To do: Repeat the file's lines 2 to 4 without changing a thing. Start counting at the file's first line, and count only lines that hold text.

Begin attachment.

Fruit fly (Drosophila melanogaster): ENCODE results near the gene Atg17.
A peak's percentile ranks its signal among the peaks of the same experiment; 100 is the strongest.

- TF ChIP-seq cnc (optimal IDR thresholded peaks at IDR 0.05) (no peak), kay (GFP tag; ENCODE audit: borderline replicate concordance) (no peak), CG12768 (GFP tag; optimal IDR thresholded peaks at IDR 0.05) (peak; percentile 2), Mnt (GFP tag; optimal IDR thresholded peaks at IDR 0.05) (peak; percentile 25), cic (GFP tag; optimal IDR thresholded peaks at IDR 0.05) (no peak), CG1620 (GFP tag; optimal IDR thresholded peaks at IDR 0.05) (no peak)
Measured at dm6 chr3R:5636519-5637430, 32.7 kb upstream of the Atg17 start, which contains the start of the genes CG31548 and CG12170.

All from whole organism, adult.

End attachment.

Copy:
A peak's percentile ranks its signal among the peaks of the same experiment; 100 is the strongest.

- TF ChIP-seq cnc (optimal IDR thresholded peaks at IDR 0.05) (no peak), kay (GFP tag; ENCODE audit: borderline replicate concordance) (no peak), CG12768 (GFP tag; optimal IDR thresholded peaks at IDR 0.05) (peak; percentile 2), Mnt (GFP tag; optimal IDR thresholded peaks at IDR 0.05) (peak; percentile 25), cic (GFP tag; optimal IDR thresholded peaks at IDR 0.05) (no peak), CG1620 (GFP tag; optimal IDR thresholded peaks at IDR 0.05) (no peak)
Measured at dm6 chr3R:5636519-5637430, 32.7 kb upstream of the Atg17 start, which contains the start of the genes CG31548 and CG12170.